What Does Cloud Computing Change?
Does Cloud Computing Change Anything?
Cloud computing, aka utility computing, aka SaaS, aka PaaS, aka IaaS, etc. is definitely the buzz word du jour (or buzz word 2009). Cloud computing is pretty much whatever a particular vendor wants it to be as long as it will allow them to be 100% buzz word compliant. For the sake of this article, let’s say that cloud computing is a service based offering that allows dynamic allocation of virtualized resources from remote (and centralized) hardware farms, accessed via the internet.
You Can Fire Your Administrators
Well, not really. If you use an infrastructure service like AWS, your administrators (system and database) won’t see much change in the day to day job. For system administrators it may be a bit more time in the OS and less time on hardware but for DBAs, it’s an almost transparent move.
If you choose a platform service like Google Apps, or a SaaS offering, you can fire your administrators. The service provider will employee the administrators. If you go with SaaS, you don’t even need to employee programmers. The SaaS provider will even employ them.
Your Applications Will Scale Automatically
If you go with SaaS or PaaS, the service provider will scale the applications for you. If you choose SaaS, you are limited to specific features and abilities and you can only scale as far as your provider will enable. If you choose PaaS, you can add features and abilities as you see fit but you are still limited to the scalability of the platform you choose. In addition, to scale with a PaaS provider, you will have to use the frameworks and tools (such as custom database engines) offered by the provider.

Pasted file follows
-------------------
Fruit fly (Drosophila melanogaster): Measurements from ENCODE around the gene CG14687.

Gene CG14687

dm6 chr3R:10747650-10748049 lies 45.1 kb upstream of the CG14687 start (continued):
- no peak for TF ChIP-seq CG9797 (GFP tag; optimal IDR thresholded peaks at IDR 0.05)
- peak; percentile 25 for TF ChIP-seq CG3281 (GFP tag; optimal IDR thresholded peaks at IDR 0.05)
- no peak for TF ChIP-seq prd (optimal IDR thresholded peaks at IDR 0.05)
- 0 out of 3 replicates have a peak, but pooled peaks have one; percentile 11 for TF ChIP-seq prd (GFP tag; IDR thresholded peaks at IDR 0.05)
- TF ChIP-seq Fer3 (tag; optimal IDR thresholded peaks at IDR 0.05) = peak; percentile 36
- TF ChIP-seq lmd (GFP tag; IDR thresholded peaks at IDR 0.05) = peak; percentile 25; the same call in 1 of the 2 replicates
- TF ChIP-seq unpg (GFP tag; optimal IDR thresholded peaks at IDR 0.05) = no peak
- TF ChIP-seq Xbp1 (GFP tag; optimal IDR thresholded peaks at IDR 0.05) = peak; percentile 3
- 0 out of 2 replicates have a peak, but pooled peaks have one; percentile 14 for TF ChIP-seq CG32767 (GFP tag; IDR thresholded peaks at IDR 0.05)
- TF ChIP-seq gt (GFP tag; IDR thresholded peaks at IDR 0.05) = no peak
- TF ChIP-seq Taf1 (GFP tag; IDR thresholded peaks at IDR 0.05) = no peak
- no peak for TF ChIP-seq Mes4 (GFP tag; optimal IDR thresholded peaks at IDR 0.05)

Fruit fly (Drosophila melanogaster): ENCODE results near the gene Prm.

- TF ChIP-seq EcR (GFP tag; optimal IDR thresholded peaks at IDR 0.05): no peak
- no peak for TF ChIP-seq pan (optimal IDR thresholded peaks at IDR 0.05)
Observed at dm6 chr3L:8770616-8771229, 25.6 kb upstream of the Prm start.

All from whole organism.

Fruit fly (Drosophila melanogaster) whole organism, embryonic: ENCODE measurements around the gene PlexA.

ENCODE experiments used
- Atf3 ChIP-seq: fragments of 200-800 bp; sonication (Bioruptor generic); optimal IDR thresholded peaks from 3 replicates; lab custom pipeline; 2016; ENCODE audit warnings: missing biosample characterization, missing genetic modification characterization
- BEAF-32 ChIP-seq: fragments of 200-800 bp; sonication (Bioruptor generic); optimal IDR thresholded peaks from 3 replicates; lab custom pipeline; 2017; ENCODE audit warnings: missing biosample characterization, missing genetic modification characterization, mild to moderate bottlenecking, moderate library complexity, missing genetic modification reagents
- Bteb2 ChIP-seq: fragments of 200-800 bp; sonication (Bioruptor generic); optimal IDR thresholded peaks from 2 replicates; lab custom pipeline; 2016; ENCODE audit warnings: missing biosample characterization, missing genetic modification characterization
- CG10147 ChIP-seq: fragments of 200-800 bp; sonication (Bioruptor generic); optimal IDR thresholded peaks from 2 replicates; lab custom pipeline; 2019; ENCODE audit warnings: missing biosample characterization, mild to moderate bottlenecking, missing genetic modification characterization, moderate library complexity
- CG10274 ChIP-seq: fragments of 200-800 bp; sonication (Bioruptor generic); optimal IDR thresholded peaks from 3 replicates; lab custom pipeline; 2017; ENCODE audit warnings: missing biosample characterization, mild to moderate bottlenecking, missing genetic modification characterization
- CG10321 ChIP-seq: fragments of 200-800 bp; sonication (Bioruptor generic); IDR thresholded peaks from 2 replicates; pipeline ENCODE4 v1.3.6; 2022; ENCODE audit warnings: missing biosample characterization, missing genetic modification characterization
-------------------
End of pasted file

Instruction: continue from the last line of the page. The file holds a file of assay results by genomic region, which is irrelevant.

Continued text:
If you go with an IaaS provider like AWS, you can scale as far as you like. The problem is that you are responsible for creating the applications, and designing the data stores, so that they will allow you to scale. Moving to a cloud platform does not miraculously cause your applications or your database to scale. You don’t have any abilities in your application in the cloud that you don’t have in your own data center. You do, however, have access to scalable hardware without any upfront costs.
Cheap and Easy Hardware
The big selling point to cloud computing, beyond access to vast hardware resources, is the ability to get started at what ever level of resources (CPU, memory, storage and bandwidth) that you might need with a minimal capital outlay.
To start up a web 2.0 application the old way, you might need to drop $50k on hardware and rent space in a data center. Once the hardware arrives and is provisioned, you can let the developers et to work. When you’re ready to go to production, you drop another $50k for additional hardware. You may even drop $100k just in case your customer base grows. You might end up with thousands of dollars in underutilized hardware.
When you go with the cloud, you sign up for a service like AWS and startup a virtual machine. Your developers are productive within an hour and you are out less than $100 per month. When you’re ready for production, ramp up a larger virtual machine and put it on the web. Production and development hardware (remember this is the hardware, the data center, the electricity and cooling, none of which you need to worry about) will cost you a few hundred dollars a month.
If you grow beyond your wildest imagination, you (having designed and written scalable software) can start up additional virtual machines and scale to your heart’s content. This is what the cloud changes. Everyone, anyone, can now take the leap. Anyone who has an idea can put it out there with a minimal expenditure.
The Democratization of Business
The internet gives a voice to everyone. It’s changing publishing, TV, movies and every other kind of media. The internet offers a cross country, cross culture social environment for consumers. Now, with cloud computing, that democratization is being offered to anyone with a good idea (and even bad ones).